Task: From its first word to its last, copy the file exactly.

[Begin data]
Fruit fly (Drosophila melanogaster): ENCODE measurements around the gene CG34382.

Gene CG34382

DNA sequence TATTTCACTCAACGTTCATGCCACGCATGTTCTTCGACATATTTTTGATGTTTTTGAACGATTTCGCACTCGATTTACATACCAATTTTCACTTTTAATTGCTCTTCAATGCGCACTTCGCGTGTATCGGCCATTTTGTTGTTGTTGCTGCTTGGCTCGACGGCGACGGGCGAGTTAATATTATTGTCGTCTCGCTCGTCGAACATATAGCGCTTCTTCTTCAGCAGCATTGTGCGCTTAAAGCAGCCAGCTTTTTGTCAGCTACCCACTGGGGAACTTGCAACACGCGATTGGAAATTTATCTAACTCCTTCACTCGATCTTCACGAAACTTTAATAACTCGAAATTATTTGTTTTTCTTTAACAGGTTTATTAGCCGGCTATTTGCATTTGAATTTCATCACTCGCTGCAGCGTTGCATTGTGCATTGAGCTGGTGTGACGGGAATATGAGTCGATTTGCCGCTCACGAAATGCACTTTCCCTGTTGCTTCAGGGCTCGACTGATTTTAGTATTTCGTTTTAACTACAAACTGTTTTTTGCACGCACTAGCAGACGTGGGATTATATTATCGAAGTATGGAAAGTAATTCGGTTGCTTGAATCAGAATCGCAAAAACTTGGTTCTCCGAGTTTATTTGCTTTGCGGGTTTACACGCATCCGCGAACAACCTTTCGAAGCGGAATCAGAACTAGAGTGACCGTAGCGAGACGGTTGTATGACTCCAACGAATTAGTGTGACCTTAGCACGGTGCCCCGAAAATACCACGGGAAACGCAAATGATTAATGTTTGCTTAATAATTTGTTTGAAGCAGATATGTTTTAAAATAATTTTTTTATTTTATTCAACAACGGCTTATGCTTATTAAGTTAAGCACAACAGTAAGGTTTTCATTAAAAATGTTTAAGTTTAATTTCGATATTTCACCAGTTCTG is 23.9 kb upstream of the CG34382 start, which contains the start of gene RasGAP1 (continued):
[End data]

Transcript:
Fruit fly (Drosophila melanogaster): ENCODE measurements around the gene CG34382.

Gene CG34382

DNA sequence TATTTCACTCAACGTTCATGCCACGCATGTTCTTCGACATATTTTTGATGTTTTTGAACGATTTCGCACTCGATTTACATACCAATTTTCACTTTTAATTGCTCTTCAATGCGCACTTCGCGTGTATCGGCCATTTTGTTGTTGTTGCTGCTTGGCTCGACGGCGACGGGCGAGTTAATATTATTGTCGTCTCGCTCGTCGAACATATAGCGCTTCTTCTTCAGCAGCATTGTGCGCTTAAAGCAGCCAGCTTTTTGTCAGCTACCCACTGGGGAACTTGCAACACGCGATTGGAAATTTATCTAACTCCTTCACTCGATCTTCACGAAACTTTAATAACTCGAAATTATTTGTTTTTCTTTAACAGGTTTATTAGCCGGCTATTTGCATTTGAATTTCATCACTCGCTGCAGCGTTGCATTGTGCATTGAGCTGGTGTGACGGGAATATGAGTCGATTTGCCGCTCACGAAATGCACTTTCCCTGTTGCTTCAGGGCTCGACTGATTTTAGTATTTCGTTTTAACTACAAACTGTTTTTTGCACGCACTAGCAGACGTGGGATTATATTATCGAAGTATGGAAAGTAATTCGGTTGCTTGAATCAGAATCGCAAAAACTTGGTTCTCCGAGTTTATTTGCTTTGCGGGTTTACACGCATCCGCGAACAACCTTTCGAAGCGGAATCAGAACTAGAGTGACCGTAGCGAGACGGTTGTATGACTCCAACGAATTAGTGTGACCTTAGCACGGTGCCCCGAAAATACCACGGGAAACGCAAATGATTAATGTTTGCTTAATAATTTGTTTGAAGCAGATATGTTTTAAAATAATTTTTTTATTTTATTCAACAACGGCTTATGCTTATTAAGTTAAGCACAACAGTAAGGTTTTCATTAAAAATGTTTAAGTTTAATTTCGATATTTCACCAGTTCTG is 23.9 kb upstream of the CG34382 start, which contains the start of gene RasGAP1 (continued):